Shortfill vape liquid exists because going through several small bottles of e-liquid every day is a very inconvenient way to vape if you use a sub-ohm vaping device. It’s hard to even leave the house without a few bottles of vape juice in your pocket because you wouldn’t want to run out of e-liquid unexpectedly. It makes vaping much more convenient because it gives you a single large bottle that you can use for several days.
What’s the Right Type of Vapes for It?
If you mix shortfill e-liquid according to the directions in this article, you’re going to have a final nicotine strength of 3 mg/ml. If you want a higher nicotine strength than that, you’ll need to buy your e-liquid in 10 ml bottles. With that in mind, a sub-ohm vape mod or pod mod is the ideal hardware to use with shortfill vape juice. This type of e-liquid is for people who use powerful vaping devices and go through a lot of vape juice every day. If you hate buying e-liquid in 10 ml bottles because you find the small bottle size inconvenient and limiting, you’re exactly the target market for shortfill vape liquid.
If you use a smaller vaping device such as a pod system, on the other hand, shortfill e-juice probably isn’t right for you. Nicotine salt e-liquid is usually the right choice for the smallest vaping devices, which tend to work best with higher nicotine strengths. If you use shortfill one with a small vaping device, you’ll probably find the experience very unsatisfying.
How to Mix and Use Shortfill E-Juice?
Before you can use shortfill e-liquid, you need to add the nicotine – and to do that, you need to know how much nicotine to add. Thankfully, shortfill vape juices and nicotine shots are designed to be as easy as possible to use. For every 60 ml of capacity that the bottle has, you’ll need to add one 18 mg/ml nicotine shot to give the e-liquid a final nicotine strength of 3 mg/ml.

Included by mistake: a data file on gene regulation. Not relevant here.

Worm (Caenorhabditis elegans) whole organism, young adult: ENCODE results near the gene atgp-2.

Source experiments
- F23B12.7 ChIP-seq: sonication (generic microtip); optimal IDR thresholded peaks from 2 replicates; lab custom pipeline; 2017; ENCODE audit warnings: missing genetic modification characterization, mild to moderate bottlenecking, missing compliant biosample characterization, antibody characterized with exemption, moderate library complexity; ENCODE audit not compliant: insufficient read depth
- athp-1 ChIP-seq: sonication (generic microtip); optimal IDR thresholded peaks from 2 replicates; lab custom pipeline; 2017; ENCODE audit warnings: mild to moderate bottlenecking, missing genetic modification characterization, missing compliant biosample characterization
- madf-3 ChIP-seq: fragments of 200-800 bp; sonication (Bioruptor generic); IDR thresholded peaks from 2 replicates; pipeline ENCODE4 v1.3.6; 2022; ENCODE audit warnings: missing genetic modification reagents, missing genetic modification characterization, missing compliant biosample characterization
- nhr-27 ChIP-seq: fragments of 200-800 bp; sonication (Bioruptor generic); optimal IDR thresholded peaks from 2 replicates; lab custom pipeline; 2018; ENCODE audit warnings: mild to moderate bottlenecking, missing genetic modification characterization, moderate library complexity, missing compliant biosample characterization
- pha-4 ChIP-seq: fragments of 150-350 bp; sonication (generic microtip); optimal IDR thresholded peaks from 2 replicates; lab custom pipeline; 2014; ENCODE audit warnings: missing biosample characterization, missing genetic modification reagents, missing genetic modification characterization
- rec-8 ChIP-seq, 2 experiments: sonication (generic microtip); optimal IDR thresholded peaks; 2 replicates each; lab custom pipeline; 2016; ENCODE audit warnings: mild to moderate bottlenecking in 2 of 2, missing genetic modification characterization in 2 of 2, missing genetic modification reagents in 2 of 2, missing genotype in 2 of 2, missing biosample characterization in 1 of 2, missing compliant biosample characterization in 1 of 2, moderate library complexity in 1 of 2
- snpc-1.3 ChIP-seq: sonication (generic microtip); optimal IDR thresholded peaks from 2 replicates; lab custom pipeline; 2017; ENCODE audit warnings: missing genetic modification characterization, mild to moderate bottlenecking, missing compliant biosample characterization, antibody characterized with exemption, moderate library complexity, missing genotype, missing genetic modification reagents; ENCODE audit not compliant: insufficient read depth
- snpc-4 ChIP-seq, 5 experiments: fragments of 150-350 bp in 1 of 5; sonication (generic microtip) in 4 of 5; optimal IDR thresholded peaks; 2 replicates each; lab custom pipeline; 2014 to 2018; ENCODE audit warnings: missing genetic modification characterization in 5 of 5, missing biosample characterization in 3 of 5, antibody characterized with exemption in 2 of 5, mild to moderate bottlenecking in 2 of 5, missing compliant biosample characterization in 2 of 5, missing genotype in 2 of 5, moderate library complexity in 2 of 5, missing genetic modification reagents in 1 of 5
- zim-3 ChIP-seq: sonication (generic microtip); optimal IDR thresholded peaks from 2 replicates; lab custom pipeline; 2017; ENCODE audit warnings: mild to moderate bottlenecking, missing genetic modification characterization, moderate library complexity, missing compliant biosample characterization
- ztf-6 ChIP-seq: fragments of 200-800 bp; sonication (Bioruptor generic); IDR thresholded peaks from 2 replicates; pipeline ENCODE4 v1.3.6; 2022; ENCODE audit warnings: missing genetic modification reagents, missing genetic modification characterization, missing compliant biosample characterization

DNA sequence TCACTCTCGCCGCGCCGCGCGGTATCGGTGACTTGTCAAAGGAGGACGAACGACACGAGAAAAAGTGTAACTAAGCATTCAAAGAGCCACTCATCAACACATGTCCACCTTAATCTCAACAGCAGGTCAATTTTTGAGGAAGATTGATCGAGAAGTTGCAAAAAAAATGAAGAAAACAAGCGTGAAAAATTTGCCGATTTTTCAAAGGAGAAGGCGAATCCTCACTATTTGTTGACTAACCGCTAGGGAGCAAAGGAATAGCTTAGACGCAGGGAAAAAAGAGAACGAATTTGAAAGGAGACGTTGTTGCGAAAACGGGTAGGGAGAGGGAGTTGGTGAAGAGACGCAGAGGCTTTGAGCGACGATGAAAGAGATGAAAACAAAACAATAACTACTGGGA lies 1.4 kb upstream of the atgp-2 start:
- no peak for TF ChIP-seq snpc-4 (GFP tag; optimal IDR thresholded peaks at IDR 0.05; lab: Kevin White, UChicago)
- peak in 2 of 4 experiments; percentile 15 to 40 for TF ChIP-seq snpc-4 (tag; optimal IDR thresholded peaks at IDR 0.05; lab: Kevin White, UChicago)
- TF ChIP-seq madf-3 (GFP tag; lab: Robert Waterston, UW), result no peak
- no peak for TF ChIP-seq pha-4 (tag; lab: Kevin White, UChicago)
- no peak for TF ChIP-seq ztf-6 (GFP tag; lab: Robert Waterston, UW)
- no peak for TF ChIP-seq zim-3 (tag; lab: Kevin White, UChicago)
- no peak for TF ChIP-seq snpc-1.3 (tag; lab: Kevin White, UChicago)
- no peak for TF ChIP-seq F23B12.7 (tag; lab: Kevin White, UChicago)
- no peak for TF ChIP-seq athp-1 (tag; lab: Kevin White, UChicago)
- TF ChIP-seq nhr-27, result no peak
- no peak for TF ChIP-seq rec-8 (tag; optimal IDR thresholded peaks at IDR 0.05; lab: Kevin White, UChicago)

- Use one nicotine shot for a 60 ml bottle.
- Use two nicotine shots for a 120 ml bottle.
- Use three nicotine shots for a 180 ml bottle.
Although the vast majority of nicotine shots have a strength of 18 mg/ml, some companies do make nicotine shots with a strength of 20 mg/ml. You might want to seek those nicotine shots out if you want your shortfill one to deliver a bit of extra nicotine kick.
To mix a bottle of shortfill e-liquid, you’ll begin by prying the nozzle off of the bottle with your fingernail or a tool such as a butter knife. Squeeze one or more nicotine shots into the bottle, replace the nozzle and close the bottle tightly. Shake the bottle well, and it’s ready to use immediately.
One of the most important things to remember about using shortfill vape juice is that shaking a bottle by hand isn’t quite the same as using an industrial mixing machine. Over time, it’s possible for the nicotine to separate out of the e-liquid. With that in mind, it’s a good idea to give the bottle a quick shake every time you refill your tank. Shaking the bottle periodically helps to ensure that the nicotine content of the e-liquid will be consistent from the beginning of the bottle to the end.